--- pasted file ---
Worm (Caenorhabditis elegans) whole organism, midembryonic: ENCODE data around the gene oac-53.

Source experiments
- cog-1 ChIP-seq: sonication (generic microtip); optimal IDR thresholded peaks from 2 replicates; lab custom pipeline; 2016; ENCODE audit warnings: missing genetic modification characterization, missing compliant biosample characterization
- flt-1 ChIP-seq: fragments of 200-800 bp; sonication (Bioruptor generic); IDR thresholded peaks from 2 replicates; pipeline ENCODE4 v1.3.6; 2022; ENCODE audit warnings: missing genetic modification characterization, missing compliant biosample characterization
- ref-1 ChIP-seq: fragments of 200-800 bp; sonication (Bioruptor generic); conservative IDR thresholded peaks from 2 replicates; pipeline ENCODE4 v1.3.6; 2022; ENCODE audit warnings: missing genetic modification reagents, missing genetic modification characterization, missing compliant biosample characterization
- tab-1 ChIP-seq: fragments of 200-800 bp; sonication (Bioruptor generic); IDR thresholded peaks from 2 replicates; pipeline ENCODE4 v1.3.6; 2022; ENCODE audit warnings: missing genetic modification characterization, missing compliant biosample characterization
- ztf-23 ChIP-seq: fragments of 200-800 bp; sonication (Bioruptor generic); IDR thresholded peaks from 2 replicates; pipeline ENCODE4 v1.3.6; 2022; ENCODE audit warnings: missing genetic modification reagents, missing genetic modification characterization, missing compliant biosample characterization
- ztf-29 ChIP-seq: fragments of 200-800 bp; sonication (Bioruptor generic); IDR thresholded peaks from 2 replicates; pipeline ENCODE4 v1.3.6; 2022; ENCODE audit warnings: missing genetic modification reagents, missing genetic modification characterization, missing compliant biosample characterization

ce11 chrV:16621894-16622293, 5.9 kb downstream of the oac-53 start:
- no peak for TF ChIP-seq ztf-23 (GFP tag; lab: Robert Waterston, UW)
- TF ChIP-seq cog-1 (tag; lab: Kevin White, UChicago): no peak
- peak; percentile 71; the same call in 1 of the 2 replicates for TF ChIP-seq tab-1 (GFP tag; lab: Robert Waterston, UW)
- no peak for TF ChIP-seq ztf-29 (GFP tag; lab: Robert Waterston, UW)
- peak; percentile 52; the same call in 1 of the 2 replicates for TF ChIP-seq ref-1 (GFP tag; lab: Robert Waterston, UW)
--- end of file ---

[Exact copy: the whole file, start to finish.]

Worm (Caenorhabditis elegans) whole organism, midembryonic: ENCODE data around the gene oac-53.

Source experiments
- cog-1 ChIP-seq: sonication (generic microtip); optimal IDR thresholded peaks from 2 replicates; lab custom pipeline; 2016; ENCODE audit warnings: missing genetic modification characterization, missing compliant biosample characterization
- flt-1 ChIP-seq: fragments of 200-800 bp; sonication (Bioruptor generic); IDR thresholded peaks from 2 replicates; pipeline ENCODE4 v1.3.6; 2022; ENCODE audit warnings: missing genetic modification characterization, missing compliant biosample characterization
- ref-1 ChIP-seq: fragments of 200-800 bp; sonication (Bioruptor generic); conservative IDR thresholded peaks from 2 replicates; pipeline ENCODE4 v1.3.6; 2022; ENCODE audit warnings: missing genetic modification reagents, missing genetic modification characterization, missing compliant biosample characterization
- tab-1 ChIP-seq: fragments of 200-800 bp; sonication (Bioruptor generic); IDR thresholded peaks from 2 replicates; pipeline ENCODE4 v1.3.6; 2022; ENCODE audit warnings: missing genetic modification characterization, missing compliant biosample characterization
- ztf-23 ChIP-seq: fragments of 200-800 bp; sonication (Bioruptor generic); IDR thresholded peaks from 2 replicates; pipeline ENCODE4 v1.3.6; 2022; ENCODE audit warnings: missing genetic modification reagents, missing genetic modification characterization, missing compliant biosample characterization
- ztf-29 ChIP-seq: fragments of 200-800 bp; sonication (Bioruptor generic); IDR thresholded peaks from 2 replicates; pipeline ENCODE4 v1.3.6; 2022; ENCODE audit warnings: missing genetic modification reagents, missing genetic modification characterization, missing compliant biosample characterization

ce11 chrV:16621894-16622293, 5.9 kb downstream of the oac-53 start:
- no peak for TF ChIP-seq ztf-23 (GFP tag; lab: Robert Waterston, UW)
- TF ChIP-seq cog-1 (tag; lab: Kevin White, UChicago): no peak
- peak; percentile 71; the same call in 1 of the 2 replicates for TF ChIP-seq tab-1 (GFP tag; lab: Robert Waterston, UW)
- no peak for TF ChIP-seq ztf-29 (GFP tag; lab: Robert Waterston, UW)
- peak; percentile 52; the same call in 1 of the 2 replicates for TF ChIP-seq ref-1 (GFP tag; lab: Robert Waterston, UW)